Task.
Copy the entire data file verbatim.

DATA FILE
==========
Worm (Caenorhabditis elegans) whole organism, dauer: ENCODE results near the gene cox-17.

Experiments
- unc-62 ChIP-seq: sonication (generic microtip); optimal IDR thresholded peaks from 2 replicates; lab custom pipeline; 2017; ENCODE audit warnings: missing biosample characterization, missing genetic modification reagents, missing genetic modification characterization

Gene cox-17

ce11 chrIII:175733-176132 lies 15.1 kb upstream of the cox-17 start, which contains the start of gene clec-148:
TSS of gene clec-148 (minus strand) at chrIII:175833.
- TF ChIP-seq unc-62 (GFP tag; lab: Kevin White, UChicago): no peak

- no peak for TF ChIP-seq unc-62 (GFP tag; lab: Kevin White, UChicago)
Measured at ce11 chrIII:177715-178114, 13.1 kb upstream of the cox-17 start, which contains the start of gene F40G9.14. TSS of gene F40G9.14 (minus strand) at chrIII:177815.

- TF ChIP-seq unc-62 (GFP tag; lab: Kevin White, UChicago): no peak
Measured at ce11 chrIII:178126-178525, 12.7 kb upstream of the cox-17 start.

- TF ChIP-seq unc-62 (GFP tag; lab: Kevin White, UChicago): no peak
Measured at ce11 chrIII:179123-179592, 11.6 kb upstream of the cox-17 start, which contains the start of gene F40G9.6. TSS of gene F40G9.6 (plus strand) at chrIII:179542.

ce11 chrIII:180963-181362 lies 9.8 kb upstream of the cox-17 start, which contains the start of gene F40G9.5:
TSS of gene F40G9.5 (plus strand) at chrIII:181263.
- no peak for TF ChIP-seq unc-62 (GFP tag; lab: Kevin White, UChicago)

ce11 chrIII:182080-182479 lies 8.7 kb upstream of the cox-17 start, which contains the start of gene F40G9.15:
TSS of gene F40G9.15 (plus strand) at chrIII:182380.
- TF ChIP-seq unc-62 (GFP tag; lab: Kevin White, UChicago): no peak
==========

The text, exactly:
Worm (Caenorhabditis elegans) whole organism, dauer: ENCODE results near the gene cox-17.

Experiments
- unc-62 ChIP-seq: sonication (generic microtip); optimal IDR thresholded peaks from 2 replicates; lab custom pipeline; 2017; ENCODE audit warnings: missing biosample characterization, missing genetic modification reagents, missing genetic modification characterization

Gene cox-17

ce11 chrIII:175733-176132 lies 15.1 kb upstream of the cox-17 start, which contains the start of gene clec-148:
TSS of gene clec-148 (minus strand) at chrIII:175833.
- TF ChIP-seq unc-62 (GFP tag; lab: Kevin White, UChicago): no peak

- no peak for TF ChIP-seq unc-62 (GFP tag; lab: Kevin White, UChicago)
Measured at ce11 chrIII:177715-178114, 13.1 kb upstream of the cox-17 start, which contains the start of gene F40G9.14. TSS of gene F40G9.14 (minus strand) at chrIII:177815.

- TF ChIP-seq unc-62 (GFP tag; lab: Kevin White, UChicago): no peak
Measured at ce11 chrIII:178126-178525, 12.7 kb upstream of the cox-17 start.

- TF ChIP-seq unc-62 (GFP tag; lab: Kevin White, UChicago): no peak
Measured at ce11 chrIII:179123-179592, 11.6 kb upstream of the cox-17 start, which contains the start of gene F40G9.6. TSS of gene F40G9.6 (plus strand) at chrIII:179542.

ce11 chrIII:180963-181362 lies 9.8 kb upstream of the cox-17 start, which contains the start of gene F40G9.5:
TSS of gene F40G9.5 (plus strand) at chrIII:181263.
- no peak for TF ChIP-seq unc-62 (GFP tag; lab: Kevin White, UChicago)

ce11 chrIII:182080-182479 lies 8.7 kb upstream of the cox-17 start, which contains the start of gene F40G9.15:
TSS of gene F40G9.15 (plus strand) at chrIII:182380.
- TF ChIP-seq unc-62 (GFP tag; lab: Kevin White, UChicago): no peak